- The region was less affected in credit markets than the US and Europe and is seeing far more growth opportunity. The President of Banco Santander Chile confidently sees a continuation in the 15% annual growth of its loan book. Only 9% of surveyed small businesses get loans from banks, versus 37% from family and associates. In general, any client with a direct credit relationship with a bank is almost sure to adopt Internet and mobile services.
- A major focus of development across the region is to use mobile phones for “financial inclusion”: opening up banking and other services to the poor. These generally involve a consortium of NGOs, telcos, banks, credit cooperatives and international agencies. They are following the patterns set in Asia and Africa, with major applications being microfinance, information services to farming associations, government wage and social payments, and remittances.
- Regulation varies widely across the region. Some countries require a second authentication mechanism (SFA) for SMS text messaging that may include IVR callback. In many, mobile payments are limited to banks while in others the many new online players are positioned for market entry.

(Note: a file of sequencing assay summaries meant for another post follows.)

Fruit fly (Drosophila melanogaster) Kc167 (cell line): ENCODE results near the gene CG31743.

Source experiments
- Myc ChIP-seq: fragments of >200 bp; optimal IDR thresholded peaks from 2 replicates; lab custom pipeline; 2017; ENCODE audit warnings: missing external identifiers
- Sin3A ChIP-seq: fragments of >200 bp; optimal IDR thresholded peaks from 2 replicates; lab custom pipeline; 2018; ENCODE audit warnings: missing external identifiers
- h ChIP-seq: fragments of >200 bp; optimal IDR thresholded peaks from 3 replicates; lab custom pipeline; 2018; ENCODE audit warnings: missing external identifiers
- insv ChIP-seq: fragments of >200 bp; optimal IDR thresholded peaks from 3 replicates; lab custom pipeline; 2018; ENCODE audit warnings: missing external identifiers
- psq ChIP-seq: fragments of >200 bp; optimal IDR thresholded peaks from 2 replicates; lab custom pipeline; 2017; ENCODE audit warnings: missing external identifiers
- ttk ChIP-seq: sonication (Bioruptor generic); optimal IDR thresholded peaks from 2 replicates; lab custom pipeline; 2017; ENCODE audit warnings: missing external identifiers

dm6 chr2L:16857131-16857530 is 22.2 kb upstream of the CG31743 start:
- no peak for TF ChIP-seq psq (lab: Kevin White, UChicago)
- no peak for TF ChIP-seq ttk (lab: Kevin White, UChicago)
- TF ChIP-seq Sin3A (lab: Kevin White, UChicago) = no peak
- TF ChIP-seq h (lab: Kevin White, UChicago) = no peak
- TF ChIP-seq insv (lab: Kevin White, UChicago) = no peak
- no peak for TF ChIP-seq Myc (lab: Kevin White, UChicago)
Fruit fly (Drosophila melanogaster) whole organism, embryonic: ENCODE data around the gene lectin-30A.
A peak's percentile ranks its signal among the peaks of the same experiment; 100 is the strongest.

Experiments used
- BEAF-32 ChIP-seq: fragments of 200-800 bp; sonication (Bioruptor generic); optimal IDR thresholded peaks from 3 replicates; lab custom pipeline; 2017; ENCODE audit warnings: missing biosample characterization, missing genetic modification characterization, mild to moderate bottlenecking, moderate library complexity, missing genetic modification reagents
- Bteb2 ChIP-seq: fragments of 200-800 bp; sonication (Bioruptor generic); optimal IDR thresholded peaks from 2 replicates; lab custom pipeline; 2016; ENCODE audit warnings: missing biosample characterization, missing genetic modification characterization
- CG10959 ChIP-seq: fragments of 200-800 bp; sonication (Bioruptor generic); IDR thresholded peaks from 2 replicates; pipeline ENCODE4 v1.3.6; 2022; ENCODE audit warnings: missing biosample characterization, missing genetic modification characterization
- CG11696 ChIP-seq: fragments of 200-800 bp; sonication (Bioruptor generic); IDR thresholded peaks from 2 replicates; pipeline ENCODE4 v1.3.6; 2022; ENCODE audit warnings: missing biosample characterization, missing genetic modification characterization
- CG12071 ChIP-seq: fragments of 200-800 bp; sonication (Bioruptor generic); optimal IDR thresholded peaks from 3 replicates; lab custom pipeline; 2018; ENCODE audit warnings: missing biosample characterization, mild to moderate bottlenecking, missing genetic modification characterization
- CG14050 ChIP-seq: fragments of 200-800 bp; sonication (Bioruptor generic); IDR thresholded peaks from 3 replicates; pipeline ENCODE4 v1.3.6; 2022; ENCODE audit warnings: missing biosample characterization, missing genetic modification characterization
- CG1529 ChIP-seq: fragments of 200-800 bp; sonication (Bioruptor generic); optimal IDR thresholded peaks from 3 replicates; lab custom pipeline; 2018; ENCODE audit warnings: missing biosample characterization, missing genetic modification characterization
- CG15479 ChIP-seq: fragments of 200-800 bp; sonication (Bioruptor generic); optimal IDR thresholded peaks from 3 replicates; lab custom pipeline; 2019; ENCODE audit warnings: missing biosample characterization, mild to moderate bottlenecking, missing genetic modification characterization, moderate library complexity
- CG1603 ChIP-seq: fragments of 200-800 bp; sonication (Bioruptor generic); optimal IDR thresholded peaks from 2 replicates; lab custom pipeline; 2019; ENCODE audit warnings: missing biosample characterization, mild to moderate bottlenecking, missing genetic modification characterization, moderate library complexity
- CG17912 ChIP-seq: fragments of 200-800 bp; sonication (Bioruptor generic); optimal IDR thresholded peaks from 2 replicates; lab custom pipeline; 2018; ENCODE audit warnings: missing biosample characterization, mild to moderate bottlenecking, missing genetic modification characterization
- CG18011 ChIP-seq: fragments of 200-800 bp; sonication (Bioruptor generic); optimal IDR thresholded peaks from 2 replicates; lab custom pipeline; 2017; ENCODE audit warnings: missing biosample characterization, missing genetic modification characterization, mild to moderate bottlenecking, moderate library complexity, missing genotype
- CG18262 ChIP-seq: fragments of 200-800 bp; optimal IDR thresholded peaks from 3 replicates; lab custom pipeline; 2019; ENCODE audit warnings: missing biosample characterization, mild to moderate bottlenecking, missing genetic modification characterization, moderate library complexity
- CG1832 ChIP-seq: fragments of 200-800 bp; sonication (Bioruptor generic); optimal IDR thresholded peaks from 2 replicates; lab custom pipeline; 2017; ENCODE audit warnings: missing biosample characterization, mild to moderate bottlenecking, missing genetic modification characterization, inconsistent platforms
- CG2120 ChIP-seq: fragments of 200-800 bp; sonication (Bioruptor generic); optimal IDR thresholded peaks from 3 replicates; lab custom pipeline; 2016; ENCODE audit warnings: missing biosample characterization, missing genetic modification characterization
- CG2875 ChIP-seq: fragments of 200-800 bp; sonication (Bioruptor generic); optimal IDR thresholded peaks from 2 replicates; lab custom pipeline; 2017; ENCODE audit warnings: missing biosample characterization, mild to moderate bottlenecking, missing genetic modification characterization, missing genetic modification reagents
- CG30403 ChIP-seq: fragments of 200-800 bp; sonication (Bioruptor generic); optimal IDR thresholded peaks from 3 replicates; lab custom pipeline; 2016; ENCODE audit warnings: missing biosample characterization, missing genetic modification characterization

Management message 2: Broadband changes the opportunity.
- Historically, telecommunications costs, services and monopoly control have impeded the growth of online banking. That is changing rapidly, with 4G capabilities being rolled out across the region, offering speeds from 4-10 times faster than today’s fixed Internet connections. This immensely expands the variety and richness of content of interactive applications.
- There has been a severe underinvestment in digital channels, which have been largely handled as informational and separately, losing many opportunities for targeted sales and integration of services. Of the estimated 10% of bank clients who have signed up for a mobile banking service, 87% use only text messaging. SMS texting and standard one-by-one basic transactions barely qualify now as mobile banking. It is limited to information and lacks the security essential for financial transactions.